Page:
Monday, December 17, 2012

The Time Is Upon Us

Something just has to be done….

I’ve written far too many blogs precipitated by horrific acts similar to the tragedy at Sandy Hook Elementary School in Newtown, Connecticut on Friday December 14. And while I find myself asking once again, when will this madness cease, I know there is no end date . . . and, sadly, there will continue to be more incomprehensible violence and more senseless deaths.

During the vigil on Sunday, President Barack Obama said, “We’ve endured too many of these tragedies in the past few years. . . . And we’re going to have to come together and take meaningful action to prevent more tragedies like this, regardless of the politics.” While I am heartened by President Obama’s words, the reality is that we are steeped in a culture of violence, with far too many guns in the hands of those who pervert our Second Amendment right to bear arms.

So, let’s do a reality check. When our Constitution was written, “arms” meant muskets. Our forefathers had no way of foreseeing that arms would one day mean a high-powered, semiautomatic Bushmaster rifle, the weapon used in Sandy Hook and also by D.C snipers John Allen Muhammad and Lee Boyd Malvo, who in 2002, killed 10 people and critically wounded three.

Our forefathers had no way of foreseeing that arms would mean a semiautomatic Glock 9mm handgun, the weapon found in Sandy Hook and the type used in the 2011 shooting at a shopping center in Arizona that killed six people and wounded then-Rep. Gabrielle Giffords and 12 others, or the 2007 massacre at Virginia Tech where 32 people were killed and 17 wounded, or the .40-caliber Glock used by the gunman in the Colorado movie theater in July, where 12 people were killed and dozens more were wounded.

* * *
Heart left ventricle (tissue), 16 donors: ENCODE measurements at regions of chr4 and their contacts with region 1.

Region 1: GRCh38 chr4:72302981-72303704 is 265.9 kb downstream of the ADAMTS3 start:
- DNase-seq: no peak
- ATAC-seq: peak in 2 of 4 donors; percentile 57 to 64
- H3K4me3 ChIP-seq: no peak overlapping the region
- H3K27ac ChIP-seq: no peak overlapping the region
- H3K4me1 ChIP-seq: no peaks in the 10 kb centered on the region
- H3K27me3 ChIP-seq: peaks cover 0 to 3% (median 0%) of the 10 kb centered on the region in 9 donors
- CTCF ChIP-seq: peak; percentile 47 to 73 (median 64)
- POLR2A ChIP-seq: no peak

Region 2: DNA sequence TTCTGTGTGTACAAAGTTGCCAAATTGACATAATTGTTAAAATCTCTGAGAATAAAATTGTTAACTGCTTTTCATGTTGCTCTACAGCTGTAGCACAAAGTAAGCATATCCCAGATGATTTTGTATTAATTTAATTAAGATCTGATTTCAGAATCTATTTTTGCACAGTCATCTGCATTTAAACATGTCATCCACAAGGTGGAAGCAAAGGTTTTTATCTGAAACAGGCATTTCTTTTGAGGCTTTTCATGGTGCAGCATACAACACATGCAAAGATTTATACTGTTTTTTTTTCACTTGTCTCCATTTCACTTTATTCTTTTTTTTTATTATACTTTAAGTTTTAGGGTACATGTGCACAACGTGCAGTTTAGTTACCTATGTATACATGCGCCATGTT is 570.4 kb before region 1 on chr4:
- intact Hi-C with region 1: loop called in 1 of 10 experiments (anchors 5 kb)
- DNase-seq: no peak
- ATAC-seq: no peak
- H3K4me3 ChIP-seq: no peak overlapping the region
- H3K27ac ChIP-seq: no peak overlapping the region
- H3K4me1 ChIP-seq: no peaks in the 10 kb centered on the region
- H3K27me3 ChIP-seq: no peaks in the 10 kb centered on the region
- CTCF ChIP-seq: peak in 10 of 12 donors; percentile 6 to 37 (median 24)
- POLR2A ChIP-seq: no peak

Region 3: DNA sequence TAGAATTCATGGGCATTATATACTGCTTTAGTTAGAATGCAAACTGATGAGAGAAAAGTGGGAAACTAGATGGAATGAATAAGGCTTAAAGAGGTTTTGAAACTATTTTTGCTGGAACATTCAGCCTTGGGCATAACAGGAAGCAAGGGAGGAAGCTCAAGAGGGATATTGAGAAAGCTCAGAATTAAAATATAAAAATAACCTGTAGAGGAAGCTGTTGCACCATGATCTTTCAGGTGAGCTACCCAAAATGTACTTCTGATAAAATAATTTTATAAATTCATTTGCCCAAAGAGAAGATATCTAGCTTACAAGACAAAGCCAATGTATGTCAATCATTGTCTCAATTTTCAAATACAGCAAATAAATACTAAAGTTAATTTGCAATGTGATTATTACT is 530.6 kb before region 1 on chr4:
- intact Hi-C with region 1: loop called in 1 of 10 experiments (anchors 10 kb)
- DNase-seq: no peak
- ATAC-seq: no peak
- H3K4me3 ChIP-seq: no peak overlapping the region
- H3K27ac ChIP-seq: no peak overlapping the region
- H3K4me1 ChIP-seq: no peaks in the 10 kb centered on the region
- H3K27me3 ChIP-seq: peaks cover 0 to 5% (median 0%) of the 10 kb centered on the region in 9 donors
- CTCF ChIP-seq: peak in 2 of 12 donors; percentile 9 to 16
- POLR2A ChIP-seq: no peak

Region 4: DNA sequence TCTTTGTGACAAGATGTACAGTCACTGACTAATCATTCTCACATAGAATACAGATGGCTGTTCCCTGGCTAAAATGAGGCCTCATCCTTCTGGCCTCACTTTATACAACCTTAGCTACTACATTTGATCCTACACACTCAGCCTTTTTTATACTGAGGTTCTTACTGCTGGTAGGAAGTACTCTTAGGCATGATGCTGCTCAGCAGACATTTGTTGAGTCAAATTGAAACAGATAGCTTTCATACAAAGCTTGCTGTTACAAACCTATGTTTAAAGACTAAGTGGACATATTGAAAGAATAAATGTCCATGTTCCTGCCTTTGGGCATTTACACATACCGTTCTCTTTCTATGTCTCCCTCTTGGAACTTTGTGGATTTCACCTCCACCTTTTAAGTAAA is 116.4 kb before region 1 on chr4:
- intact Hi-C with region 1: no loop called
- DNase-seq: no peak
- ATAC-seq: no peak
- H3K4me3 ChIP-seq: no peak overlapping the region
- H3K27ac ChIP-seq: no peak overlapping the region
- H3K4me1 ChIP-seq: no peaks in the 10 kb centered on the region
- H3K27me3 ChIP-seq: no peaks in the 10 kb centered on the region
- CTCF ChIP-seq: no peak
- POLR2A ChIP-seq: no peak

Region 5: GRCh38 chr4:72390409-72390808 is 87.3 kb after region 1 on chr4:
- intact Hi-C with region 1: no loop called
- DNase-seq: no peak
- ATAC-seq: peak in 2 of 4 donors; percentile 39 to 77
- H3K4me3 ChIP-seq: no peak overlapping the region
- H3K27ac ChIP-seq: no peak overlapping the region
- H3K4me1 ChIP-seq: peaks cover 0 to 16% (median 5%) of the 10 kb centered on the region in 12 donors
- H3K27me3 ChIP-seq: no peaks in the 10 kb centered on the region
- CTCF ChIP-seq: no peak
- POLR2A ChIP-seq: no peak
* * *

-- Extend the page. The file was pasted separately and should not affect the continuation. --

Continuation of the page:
Our forefathers had no way of foreseeing that arms would mean a 9mm SIG Sauer pistol, the weapon found in Sandy Hook and which was used also in the Standard Gravure shooting that left eight people dead and 12 wounded; or the 9 mm semiautomatic handgun with multiple ammunition magazines used to kill six people and wound three at the Sikh temple in Wisconsin and in the execution-style massacre at the Amish school in Pennsylvania.

The list of disturbing examples is far too long and far too sickening to my stomach to continue.

So what can be done? What “meaningful action” does the President have in mind? As Pierre Thomas said, “The genie is out of the bottle.”

“Meaningful action” must be multifold. We, as citizens, must raise our voices and demand by our votes a federal a ban on assault weapons. We, as citizens, must raise our voices demand by our votes that legislators turn their backs on gun lobbyists and turn and face instead those they represent with a commitment to safety; we, as a society, need to address the gaps in the treatment of mental health in this country; and we, as human beings, need to question our ethics when it comes to accepting as normal brazen violence in our movies, our videos games, our music.

Meaningful action . . . . Let us as a nation resolve in the New Year to define what the meaningful action will be, devise an actionable plan, and commit to not giving up on this goal until a safer America is a reality.

Originally written for KidsTerrain

Thursday, December 13, 2012

Thoughts of Resilience - Part Three